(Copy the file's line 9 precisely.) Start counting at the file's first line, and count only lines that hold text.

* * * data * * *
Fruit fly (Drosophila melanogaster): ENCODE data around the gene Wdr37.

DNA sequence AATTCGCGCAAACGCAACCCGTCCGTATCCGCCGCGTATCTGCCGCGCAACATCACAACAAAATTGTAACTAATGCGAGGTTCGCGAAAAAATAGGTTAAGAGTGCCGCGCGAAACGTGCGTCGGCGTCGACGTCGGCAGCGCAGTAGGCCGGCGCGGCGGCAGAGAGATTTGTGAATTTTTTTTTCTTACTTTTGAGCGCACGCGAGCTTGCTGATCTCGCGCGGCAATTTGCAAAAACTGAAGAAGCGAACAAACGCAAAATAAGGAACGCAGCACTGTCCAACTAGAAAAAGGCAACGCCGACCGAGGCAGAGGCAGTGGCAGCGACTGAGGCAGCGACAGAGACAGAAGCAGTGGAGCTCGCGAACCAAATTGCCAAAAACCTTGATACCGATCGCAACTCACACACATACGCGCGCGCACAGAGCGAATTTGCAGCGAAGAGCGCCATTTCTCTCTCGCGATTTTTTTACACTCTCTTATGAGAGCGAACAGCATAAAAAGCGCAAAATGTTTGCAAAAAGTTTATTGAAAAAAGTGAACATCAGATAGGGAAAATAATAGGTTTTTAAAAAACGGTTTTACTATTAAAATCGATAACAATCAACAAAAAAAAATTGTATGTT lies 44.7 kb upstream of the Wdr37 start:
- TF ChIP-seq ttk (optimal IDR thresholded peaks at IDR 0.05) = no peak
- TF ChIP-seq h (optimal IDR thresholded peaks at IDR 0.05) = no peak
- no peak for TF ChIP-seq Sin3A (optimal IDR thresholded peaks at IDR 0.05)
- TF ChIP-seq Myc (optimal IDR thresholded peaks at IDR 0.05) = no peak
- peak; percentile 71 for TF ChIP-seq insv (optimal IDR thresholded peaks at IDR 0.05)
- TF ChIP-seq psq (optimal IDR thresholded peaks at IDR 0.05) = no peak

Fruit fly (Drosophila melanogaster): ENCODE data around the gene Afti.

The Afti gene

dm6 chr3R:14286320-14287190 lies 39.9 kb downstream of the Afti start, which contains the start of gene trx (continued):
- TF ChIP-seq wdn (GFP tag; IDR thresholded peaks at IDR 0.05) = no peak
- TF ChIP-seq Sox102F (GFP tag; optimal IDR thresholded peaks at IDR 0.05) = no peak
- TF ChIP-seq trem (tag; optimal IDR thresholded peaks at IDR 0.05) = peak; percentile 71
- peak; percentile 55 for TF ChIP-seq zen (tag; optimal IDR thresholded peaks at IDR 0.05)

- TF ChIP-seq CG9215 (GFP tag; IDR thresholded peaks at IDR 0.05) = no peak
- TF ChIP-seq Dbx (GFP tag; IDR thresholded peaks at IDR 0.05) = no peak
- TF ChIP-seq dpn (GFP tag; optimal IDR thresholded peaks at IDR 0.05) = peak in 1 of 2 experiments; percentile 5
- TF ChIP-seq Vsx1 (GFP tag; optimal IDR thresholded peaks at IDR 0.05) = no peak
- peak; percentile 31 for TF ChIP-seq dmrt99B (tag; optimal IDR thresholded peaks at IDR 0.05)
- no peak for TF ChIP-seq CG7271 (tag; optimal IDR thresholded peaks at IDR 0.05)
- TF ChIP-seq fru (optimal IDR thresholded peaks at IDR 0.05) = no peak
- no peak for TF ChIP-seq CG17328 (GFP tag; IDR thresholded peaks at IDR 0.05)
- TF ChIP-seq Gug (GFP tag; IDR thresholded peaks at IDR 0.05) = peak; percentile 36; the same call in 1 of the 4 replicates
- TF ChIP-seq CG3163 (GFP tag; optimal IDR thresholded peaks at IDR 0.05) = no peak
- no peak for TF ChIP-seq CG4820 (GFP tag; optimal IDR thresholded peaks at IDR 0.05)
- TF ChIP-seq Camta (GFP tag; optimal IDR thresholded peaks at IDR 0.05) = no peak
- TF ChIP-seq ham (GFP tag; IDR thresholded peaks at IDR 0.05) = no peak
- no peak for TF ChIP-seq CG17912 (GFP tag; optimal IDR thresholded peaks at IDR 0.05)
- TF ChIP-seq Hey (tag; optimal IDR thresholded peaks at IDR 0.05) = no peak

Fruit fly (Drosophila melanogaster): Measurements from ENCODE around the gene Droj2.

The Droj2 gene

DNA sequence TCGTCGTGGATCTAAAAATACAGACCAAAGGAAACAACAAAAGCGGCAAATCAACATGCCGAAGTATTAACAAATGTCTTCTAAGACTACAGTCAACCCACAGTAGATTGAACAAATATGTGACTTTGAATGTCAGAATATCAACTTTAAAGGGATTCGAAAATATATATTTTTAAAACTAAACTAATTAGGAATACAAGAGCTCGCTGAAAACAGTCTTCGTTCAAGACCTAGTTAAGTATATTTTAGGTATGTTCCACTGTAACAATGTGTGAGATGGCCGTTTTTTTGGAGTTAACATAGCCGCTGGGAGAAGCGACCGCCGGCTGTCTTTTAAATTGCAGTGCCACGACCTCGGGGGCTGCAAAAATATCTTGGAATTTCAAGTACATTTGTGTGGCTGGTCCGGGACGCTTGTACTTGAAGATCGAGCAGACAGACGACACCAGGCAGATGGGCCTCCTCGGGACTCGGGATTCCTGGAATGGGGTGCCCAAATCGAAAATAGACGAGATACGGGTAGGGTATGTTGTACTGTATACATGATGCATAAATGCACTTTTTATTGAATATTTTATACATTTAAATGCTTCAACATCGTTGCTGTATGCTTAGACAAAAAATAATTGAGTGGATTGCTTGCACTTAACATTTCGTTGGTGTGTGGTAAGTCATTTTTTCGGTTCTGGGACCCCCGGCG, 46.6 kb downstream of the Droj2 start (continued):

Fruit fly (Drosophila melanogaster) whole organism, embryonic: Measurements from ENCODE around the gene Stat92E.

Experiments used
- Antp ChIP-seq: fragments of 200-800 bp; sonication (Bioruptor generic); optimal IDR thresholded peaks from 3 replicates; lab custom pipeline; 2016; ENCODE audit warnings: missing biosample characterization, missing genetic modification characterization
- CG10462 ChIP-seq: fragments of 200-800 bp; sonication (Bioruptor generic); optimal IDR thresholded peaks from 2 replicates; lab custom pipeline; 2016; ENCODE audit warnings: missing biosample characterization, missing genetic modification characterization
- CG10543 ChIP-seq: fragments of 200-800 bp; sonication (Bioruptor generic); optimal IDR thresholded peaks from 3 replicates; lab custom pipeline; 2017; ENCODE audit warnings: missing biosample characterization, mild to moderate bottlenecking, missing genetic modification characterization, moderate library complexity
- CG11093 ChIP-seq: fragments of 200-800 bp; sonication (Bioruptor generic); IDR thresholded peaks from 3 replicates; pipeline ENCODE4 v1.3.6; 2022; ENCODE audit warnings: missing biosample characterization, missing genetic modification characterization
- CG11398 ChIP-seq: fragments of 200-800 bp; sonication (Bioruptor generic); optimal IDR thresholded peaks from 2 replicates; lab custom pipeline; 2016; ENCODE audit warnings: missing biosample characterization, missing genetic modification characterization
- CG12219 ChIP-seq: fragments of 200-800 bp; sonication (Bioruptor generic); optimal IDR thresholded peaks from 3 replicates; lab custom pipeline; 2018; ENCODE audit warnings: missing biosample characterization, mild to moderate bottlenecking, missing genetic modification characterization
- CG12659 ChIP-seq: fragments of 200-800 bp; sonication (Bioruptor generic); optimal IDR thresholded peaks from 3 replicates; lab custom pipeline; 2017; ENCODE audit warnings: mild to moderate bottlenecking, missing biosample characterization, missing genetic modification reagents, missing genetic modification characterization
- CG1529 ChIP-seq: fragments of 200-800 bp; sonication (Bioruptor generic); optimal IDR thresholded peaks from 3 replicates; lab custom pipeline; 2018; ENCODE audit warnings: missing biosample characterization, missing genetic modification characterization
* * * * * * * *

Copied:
Fruit fly (Drosophila melanogaster): ENCODE data around the gene Afti.